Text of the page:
Canada clears major hurdle in legalising recreational marijuana

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As part of legalization, the Canadian government will probably inform citizens that admitting to marijuana use might get them barred from crossing the border into the US, which classifies cannabis as a Schedule 1 drug with "no now accepted medical use and a high potential for abuse", according to the Drug Enforcement Administration.

The Senate has approved the Trudeau government's landmark legislation to lift Canada's 95-year-old prohibition on recreational cannabis - but with almost four dozen amendments that the government may not entirely accept.

If the Senate passes the bill with those amendments, it will go back to the House of Commons, where the government will decide whether to approve, reject or modify the changes before returning it to the Senate for another vote.

The vote on Thursday sends the bill back to the House of Commons, where members of Parliament will decide whether to accept the dozens of amendments added to the legislation by the Senate. The sale for legal pot will start on July 1, Canada's national day.

It would then be up to Canada's ten provinces and three northern territories to set up distribution networks and enforcement.

This act would also allow adults to purchase dried or fresh cannabis and oil from a provincially-licensed retailer, grow up to four cannabis plants per residence for personal use and make cannabis products, such as food and drinks, at home provided that organic solvents are not used.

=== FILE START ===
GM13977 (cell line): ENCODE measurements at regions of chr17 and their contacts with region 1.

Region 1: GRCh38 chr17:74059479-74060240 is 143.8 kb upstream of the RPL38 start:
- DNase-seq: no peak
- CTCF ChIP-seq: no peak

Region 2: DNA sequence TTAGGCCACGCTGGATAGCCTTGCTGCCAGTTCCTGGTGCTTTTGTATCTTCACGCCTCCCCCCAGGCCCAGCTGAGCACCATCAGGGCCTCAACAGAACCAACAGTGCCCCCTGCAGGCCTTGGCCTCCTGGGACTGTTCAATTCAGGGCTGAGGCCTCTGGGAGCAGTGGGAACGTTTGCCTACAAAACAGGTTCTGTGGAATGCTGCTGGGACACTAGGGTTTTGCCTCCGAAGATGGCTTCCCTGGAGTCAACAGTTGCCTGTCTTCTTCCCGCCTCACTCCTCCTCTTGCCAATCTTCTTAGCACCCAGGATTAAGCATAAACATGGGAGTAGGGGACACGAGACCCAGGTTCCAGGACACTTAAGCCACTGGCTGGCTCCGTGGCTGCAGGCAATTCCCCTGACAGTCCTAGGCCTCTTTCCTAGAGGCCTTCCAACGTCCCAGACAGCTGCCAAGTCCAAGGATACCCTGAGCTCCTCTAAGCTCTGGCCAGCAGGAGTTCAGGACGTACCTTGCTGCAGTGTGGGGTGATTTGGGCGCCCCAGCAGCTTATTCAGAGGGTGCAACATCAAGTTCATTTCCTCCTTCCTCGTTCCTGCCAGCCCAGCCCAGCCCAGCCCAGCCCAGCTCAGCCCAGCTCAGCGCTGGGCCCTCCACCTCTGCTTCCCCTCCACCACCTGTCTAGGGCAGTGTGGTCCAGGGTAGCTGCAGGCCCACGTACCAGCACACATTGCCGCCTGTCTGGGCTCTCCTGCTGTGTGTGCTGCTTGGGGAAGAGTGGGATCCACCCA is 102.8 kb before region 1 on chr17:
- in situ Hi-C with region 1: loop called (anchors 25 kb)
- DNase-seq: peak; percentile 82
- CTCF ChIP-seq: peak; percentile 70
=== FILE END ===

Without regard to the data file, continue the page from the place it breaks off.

Another co-sponsor of the measure, Democratic US Senator Elizabeth Warren of MA, said in a statement that Washington "needs to get out of the business of outlawing marijuana".

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"The decision on home cultivation of up to four plants was based on logic and evidence and it's one that we will continue to establish as part of the federal framework", he told reporters. Canadian Imperial Bank of Commerce estimates the legal market could approach 6.5 billion Canadian dollars ($5 billion) by 2020, while New Frontier Data projects the market will reach 9.2 billion Canadian dollars ($7 billion) by 2025.

David Joyce, R-Ohio, and Earl Blumenauer, D-Ore., would keep in place restrictions such as the bans on the sale of recreational marijuana to people under 21 and on employing anyone under 18 in a cannabis-related job.

In an interview with AFP last month, Trudeau said the world is closely following Canada's plans and predicted several nations would follow suit. "I know exactly what he's doing", Trump said. Warren said. "These archaic laws don't just hurt individual people, they also prevent businesses, who are in the marijuana business, from getting access to banking services".

During the debate, independent and independent Liberal senators argued that nearly a century of criminalization has done nothing to stop Canadians, particularly young people, from using marijuana illegally and, thereby, creating a lucrative black market dominated by organized crime.

Trudeau insisted that creating a regulated market would take it out of the hands of crime groups and "better protect communities and children".

The Cannabis Act will also see strict regulation under federal, provincial and territorial governments who would share responsibility for overseeing the new system.